A vote for Brexit is likely to cost jobs, raise prices and could see the pound fall sharply, the Bank of England warned in its quarterly inflation report on Thursday.
In the Bank’s most outspoken comments to date on the consequences of the EU referendum, Mark Carney, BoE governor, warned the risks of a vote to leave “could possibly include a technical recession”.
But the bank’s forecasts also suggest that a vote for Britain to stay in the EU would not see an immediate snap back in economic performance. It reduced its forecast for economic growth for each of the next three years.
Growth is forecast to be just 2.3 per cent in 2017 and 2018, rather than the 2.4 to 2.5 per cent expected in February.
Mr Carney said the “biggest risk to the forecasts concern the referendum” not just because of uncertainty, but the judgement that a vote to leave would have “material effects”.
“We would expect a material slowing in growth”, Mr Carney said.
Although the central bank did not provide a detailed forecast of the consequences of Brexit, its expectation of lower growth and higher inflation would leave it facing a difficult “trade off between stabilising inflation on the one hand and stabilising output and employment on the other”.
Depending on whether the rise in inflation or the rise in unemployment was bigger, interest rates might go up or down, the BoE signalled.
The MPC expects the uncertainty of the referendum itself to hit economic growth in the second quarter of the year, and the bank cut its forecast from 0.5 per cent to 0.3 per cent.
But the BoE made it clear that the effects of a Brexit vote would be much larger. “Households could defer consumption and firms delay investment, lowering labour demand and causing unemployment to rise,” the MPC said in the minutes to its May meeting, in which there was a unanimous vote to leave interest rates unchanged at 0.5 per cent.
“Sterling is also likely to depreciate further [in a Brexit scenario], perhaps sharply,” resulting in higher import prices and inflation, it said.
In a letter to George Osborne, Mark Carney, BoE governor, said: “It is likely that their combined effect would be to lower growth materially and raise the rate of inflation notably over the MPC’s policy horizon.”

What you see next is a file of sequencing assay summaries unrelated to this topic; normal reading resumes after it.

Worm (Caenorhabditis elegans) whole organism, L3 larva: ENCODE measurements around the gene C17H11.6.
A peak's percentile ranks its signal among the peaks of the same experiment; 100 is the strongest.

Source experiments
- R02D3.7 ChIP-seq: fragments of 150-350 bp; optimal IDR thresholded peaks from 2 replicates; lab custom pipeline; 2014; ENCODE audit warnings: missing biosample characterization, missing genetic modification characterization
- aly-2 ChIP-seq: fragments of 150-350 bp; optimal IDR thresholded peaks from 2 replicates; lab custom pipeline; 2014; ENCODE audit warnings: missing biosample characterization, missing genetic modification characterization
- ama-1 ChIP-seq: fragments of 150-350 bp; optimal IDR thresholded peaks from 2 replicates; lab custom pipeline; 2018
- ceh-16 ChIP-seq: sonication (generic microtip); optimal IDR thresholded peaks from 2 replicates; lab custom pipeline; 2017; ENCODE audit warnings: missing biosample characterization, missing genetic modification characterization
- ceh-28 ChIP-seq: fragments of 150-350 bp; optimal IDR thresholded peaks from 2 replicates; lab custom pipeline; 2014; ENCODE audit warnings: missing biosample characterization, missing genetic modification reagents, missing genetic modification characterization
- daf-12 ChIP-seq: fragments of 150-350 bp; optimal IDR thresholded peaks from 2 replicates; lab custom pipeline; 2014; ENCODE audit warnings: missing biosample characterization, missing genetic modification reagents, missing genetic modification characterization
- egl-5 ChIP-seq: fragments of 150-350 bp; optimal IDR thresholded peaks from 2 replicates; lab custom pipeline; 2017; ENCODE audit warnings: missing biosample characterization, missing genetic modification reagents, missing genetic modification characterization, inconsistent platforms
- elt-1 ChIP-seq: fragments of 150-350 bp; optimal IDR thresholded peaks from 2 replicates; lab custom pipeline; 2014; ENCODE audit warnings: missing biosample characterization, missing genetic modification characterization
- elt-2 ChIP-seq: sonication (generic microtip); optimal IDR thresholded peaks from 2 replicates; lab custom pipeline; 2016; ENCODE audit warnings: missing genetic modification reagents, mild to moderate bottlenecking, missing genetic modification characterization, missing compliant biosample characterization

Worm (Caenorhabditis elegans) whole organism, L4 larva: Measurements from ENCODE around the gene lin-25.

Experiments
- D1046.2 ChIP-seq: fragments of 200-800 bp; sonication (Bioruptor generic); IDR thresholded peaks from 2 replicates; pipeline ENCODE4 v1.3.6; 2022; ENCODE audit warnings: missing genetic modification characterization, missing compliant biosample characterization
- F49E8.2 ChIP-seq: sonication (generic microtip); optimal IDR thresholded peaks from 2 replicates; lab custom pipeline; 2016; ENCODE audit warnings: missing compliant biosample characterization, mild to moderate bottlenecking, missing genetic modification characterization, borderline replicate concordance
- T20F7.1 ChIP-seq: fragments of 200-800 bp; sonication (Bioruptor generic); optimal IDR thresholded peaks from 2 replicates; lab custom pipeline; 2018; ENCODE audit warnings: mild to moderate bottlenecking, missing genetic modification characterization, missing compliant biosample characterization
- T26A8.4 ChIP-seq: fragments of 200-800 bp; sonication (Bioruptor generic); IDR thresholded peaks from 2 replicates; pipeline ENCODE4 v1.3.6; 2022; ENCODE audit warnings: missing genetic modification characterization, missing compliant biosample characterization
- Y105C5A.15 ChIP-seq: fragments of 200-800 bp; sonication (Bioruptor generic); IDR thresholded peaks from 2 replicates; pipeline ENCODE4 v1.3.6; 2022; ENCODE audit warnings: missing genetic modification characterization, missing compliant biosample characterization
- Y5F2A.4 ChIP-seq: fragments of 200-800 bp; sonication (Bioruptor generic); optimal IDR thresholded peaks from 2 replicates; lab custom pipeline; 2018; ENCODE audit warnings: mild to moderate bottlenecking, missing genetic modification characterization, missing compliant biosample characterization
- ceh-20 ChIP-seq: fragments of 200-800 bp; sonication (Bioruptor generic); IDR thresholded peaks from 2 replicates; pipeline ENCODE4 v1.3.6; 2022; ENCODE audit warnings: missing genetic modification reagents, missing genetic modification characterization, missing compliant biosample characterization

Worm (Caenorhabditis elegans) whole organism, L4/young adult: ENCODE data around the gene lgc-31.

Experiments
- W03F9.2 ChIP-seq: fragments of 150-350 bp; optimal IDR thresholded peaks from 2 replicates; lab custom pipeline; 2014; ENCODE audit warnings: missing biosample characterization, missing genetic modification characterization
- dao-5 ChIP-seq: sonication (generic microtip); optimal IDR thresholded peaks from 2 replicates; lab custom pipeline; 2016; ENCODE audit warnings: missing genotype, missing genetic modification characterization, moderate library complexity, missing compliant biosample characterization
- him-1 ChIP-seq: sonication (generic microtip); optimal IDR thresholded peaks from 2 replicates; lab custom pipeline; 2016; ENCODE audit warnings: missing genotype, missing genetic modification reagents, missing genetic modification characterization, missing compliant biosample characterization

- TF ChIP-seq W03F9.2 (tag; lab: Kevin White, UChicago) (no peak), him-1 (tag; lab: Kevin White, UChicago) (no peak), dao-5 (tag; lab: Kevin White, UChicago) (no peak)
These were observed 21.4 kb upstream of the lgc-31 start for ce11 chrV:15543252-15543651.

The chancellor seized on these comments as significant support for the Remain campaign, saying that the BoE was offering “one choice [which] would impose costs on families as higher inflation reduced real household incomes; the other choice would impose costs on families with a hit to the economy and to jobs.”
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“This is the kind of lose-lose situation that a vote to leave the EU creates. Either way, Britain would be poorer,” said Mr Osborne.
In its detailed assessment of Brexit, the BoE officials indicated that the effects might be large and amplified by a loss of confidence in foreign financing of the UK’s current account deficit.
“An abrupt decline in capital inflows could pose a major financing difficulty for the UK particularly if it were also associated with investors attempting to reduce their holdings of UK assets,” the bank warned.
In a blow to the chancellor’s hopes, however, the BoE’s forecasts suggested that if there was a vote to Remain in the EU, it may not buoy the economy.
The MPC indicated that interest rates would need to rise if Britain remained in the EU to prevent inflation rising above the 2 per cent target, but when rates began to rise, they would do so “more gradually and to a lower level than in recent cycles”.
The forecast reductions resulted from a tougher outlook for UK households, with the BoE expecting that fiscal consolidation and relatively high household debt levels will cause households to maintain a higher saving rate and spend a little less.
Following unexpectedly weak growth in productivity in the last quarter of 2015, the bank now expects slightly lower productivity growth during the next few years as well.
Despite this slightly weaker outlook for household consumption, the bank still expects private domestic demand to be the main driver of growth over the next few years, as global activity remains subdued and fiscal consolidation continues to depress government spending.
Continuing uncertainty about the outlook for emerging market economies, in particular, means that the bank judges the risks to growth are skewed to the downside.
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